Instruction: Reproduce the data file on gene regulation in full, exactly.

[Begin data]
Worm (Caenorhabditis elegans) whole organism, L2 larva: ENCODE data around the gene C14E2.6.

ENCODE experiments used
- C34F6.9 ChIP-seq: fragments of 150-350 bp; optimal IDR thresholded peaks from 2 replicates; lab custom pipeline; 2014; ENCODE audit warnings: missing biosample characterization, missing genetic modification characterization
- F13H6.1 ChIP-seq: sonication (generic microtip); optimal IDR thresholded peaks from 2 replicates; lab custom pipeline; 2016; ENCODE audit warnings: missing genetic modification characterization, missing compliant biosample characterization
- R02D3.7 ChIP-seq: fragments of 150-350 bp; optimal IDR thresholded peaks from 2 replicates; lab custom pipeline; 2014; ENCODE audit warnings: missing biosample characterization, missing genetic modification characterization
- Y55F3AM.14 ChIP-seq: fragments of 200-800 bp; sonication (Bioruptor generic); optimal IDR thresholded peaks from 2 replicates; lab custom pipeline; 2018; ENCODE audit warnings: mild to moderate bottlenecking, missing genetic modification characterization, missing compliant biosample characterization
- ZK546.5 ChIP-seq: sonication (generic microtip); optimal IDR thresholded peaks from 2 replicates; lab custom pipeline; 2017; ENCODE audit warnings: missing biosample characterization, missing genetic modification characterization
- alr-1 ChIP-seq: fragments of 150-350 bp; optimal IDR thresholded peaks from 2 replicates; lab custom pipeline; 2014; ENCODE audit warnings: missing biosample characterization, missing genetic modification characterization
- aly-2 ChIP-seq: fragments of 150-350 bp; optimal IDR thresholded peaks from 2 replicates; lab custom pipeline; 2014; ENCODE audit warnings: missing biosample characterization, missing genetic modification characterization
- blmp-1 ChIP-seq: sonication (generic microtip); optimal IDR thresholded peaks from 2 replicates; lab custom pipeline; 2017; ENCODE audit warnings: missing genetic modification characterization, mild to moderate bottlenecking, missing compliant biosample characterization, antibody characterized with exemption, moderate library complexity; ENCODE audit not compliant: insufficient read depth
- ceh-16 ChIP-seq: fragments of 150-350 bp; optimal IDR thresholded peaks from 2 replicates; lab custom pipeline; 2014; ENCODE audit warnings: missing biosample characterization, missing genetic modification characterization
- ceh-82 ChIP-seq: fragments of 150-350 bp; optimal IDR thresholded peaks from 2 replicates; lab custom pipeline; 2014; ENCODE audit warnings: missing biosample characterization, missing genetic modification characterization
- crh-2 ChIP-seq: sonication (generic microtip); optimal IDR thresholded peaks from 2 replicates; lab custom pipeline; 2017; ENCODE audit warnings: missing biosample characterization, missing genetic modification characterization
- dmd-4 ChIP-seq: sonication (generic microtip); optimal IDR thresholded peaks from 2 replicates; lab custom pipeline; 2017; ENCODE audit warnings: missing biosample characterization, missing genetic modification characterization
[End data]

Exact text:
Worm (Caenorhabditis elegans) whole organism, L2 larva: ENCODE data around the gene C14E2.6.

ENCODE experiments used
- C34F6.9 ChIP-seq: fragments of 150-350 bp; optimal IDR thresholded peaks from 2 replicates; lab custom pipeline; 2014; ENCODE audit warnings: missing biosample characterization, missing genetic modification characterization
- F13H6.1 ChIP-seq: sonication (generic microtip); optimal IDR thresholded peaks from 2 replicates; lab custom pipeline; 2016; ENCODE audit warnings: missing genetic modification characterization, missing compliant biosample characterization
- R02D3.7 ChIP-seq: fragments of 150-350 bp; optimal IDR thresholded peaks from 2 replicates; lab custom pipeline; 2014; ENCODE audit warnings: missing biosample characterization, missing genetic modification characterization
- Y55F3AM.14 ChIP-seq: fragments of 200-800 bp; sonication (Bioruptor generic); optimal IDR thresholded peaks from 2 replicates; lab custom pipeline; 2018; ENCODE audit warnings: mild to moderate bottlenecking, missing genetic modification characterization, missing compliant biosample characterization
- ZK546.5 ChIP-seq: sonication (generic microtip); optimal IDR thresholded peaks from 2 replicates; lab custom pipeline; 2017; ENCODE audit warnings: missing biosample characterization, missing genetic modification characterization
- alr-1 ChIP-seq: fragments of 150-350 bp; optimal IDR thresholded peaks from 2 replicates; lab custom pipeline; 2014; ENCODE audit warnings: missing biosample characterization, missing genetic modification characterization
- aly-2 ChIP-seq: fragments of 150-350 bp; optimal IDR thresholded peaks from 2 replicates; lab custom pipeline; 2014; ENCODE audit warnings: missing biosample characterization, missing genetic modification characterization
- blmp-1 ChIP-seq: sonication (generic microtip); optimal IDR thresholded peaks from 2 replicates; lab custom pipeline; 2017; ENCODE audit warnings: missing genetic modification characterization, mild to moderate bottlenecking, missing compliant biosample characterization, antibody characterized with exemption, moderate library complexity; ENCODE audit not compliant: insufficient read depth
- ceh-16 ChIP-seq: fragments of 150-350 bp; optimal IDR thresholded peaks from 2 replicates; lab custom pipeline; 2014; ENCODE audit warnings: missing biosample characterization, missing genetic modification characterization
- ceh-82 ChIP-seq: fragments of 150-350 bp; optimal IDR thresholded peaks from 2 replicates; lab custom pipeline; 2014; ENCODE audit warnings: missing biosample characterization, missing genetic modification characterization
- crh-2 ChIP-seq: sonication (generic microtip); optimal IDR thresholded peaks from 2 replicates; lab custom pipeline; 2017; ENCODE audit warnings: missing biosample characterization, missing genetic modification characterization
- dmd-4 ChIP-seq: sonication (generic microtip); optimal IDR thresholded peaks from 2 replicates; lab custom pipeline; 2017; ENCODE audit warnings: missing biosample characterization, missing genetic modification characterization